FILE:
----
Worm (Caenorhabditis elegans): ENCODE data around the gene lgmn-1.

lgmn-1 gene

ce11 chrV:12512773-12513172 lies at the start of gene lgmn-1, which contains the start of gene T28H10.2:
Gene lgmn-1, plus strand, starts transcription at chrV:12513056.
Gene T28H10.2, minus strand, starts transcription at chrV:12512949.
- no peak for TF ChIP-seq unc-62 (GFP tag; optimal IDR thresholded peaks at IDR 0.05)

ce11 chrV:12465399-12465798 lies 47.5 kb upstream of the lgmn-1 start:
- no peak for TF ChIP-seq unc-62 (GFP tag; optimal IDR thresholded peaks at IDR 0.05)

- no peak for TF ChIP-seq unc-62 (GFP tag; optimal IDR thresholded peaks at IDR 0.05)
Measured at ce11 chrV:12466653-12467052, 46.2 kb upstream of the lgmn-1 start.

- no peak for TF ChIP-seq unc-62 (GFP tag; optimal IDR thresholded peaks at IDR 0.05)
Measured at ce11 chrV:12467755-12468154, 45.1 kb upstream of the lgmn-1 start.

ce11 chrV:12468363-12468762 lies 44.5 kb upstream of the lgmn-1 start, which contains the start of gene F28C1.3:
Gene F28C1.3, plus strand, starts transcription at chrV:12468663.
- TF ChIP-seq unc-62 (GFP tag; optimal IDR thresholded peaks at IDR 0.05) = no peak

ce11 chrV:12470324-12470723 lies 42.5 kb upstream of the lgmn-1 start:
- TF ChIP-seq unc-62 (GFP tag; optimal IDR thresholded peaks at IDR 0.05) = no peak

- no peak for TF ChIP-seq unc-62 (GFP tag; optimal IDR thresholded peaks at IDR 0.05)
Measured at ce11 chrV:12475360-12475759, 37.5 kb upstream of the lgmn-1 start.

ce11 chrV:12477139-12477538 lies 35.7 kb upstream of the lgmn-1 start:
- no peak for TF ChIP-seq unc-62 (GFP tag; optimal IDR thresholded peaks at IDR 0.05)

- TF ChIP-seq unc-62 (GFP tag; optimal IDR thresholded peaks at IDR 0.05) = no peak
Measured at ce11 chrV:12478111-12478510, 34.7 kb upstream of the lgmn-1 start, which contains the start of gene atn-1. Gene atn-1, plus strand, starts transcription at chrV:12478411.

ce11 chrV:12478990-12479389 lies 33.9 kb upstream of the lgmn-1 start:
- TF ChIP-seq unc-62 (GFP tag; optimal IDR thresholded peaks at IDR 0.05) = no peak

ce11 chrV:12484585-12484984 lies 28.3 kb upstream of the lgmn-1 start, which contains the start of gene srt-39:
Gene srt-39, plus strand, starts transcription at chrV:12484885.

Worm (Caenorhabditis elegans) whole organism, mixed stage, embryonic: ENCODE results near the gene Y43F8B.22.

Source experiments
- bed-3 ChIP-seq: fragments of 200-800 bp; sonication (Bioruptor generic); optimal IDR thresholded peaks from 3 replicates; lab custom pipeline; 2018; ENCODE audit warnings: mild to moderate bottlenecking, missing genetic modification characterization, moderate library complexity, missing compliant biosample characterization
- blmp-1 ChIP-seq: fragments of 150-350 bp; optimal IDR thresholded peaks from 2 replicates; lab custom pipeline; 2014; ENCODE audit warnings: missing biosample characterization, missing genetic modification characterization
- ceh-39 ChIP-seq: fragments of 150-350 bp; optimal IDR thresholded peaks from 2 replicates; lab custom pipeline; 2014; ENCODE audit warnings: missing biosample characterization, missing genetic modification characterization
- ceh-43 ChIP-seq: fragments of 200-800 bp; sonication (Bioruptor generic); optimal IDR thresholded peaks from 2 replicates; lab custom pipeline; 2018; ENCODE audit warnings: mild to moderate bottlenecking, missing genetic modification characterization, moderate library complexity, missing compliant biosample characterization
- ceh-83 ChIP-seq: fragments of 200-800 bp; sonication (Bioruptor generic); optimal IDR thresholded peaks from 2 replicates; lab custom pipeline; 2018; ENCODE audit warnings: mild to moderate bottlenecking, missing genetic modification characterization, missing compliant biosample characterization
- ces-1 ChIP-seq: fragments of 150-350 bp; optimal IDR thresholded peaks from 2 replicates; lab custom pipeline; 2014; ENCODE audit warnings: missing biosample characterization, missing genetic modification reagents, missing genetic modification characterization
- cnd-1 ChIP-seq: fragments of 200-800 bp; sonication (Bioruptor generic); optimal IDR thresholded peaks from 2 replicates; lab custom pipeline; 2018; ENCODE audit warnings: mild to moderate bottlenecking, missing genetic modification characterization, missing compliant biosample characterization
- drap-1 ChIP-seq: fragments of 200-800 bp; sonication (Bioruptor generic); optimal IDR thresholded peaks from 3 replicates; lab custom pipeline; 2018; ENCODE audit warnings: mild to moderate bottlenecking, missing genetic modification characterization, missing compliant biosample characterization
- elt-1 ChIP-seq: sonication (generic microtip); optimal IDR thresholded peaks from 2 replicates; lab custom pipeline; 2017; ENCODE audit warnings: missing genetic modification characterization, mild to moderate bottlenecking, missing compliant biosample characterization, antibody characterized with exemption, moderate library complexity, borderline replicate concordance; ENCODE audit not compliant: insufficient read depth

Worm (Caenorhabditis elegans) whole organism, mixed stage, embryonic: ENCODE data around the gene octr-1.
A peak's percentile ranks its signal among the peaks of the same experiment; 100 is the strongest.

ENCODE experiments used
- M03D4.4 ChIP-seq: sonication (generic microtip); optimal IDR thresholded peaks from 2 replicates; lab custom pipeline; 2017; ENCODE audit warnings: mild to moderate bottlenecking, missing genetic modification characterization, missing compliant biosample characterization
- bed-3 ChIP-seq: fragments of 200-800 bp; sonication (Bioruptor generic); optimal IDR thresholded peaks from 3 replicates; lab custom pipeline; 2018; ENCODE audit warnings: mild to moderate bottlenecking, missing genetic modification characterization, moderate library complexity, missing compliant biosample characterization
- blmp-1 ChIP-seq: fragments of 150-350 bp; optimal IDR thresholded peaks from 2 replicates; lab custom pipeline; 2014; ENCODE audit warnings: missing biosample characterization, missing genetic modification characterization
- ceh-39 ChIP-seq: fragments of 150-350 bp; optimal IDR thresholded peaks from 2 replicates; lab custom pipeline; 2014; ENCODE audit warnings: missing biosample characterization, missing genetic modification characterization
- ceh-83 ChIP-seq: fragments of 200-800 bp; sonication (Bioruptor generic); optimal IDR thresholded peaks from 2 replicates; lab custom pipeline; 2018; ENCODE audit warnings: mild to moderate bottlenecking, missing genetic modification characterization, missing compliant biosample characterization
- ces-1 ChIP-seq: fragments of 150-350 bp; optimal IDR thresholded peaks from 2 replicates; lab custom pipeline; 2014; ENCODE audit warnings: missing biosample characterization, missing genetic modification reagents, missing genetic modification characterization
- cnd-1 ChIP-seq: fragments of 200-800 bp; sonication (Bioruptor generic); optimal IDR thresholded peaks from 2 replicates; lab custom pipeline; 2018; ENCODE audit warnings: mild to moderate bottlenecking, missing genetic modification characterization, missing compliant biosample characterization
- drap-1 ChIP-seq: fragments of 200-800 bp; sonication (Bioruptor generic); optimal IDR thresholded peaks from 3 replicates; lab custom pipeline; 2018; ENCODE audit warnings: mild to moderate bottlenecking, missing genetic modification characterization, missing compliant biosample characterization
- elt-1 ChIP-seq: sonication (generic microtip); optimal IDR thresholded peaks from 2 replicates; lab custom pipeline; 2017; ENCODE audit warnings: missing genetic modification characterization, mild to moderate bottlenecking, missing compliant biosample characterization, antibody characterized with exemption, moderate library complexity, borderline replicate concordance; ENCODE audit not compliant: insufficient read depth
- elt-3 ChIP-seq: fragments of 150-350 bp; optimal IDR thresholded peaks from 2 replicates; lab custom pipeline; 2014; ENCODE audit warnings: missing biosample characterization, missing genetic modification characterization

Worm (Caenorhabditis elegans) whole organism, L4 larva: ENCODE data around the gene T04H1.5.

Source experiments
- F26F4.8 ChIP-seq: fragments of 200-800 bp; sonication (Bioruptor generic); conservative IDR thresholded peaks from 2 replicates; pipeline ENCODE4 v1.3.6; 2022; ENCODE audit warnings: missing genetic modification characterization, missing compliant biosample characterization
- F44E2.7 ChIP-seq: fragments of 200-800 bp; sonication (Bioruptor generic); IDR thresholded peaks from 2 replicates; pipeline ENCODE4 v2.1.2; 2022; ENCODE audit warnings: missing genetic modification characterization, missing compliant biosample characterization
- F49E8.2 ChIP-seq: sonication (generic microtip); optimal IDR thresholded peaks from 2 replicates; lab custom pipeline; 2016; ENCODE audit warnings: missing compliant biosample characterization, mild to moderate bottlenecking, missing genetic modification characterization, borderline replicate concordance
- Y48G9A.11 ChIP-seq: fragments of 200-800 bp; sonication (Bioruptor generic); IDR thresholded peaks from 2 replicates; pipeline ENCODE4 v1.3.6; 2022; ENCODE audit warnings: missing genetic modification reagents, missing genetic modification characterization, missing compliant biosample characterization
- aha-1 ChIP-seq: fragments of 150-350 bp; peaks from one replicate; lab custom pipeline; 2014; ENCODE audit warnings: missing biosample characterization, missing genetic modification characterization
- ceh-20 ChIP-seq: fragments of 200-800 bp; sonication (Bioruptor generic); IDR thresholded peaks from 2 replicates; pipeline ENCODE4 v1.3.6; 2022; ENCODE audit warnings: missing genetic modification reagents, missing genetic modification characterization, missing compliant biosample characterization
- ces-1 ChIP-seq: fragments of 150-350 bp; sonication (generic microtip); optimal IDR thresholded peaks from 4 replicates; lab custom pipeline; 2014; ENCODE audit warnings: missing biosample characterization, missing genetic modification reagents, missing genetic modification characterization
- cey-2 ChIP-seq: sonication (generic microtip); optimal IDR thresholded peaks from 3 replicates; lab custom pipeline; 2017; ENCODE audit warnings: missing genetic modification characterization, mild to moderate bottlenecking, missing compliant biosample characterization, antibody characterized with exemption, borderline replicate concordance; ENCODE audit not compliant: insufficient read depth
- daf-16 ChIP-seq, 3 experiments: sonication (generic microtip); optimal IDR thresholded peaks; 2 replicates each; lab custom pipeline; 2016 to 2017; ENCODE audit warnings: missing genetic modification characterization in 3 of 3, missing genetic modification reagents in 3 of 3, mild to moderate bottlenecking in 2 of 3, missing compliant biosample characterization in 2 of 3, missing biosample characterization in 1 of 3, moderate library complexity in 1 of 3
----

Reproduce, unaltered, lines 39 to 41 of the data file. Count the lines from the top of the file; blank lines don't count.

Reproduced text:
Worm (Caenorhabditis elegans) whole organism, mixed stage, embryonic: ENCODE data around the gene octr-1.
A peak's percentile ranks its signal among the peaks of the same experiment; 100 is the strongest.

ENCODE experiments used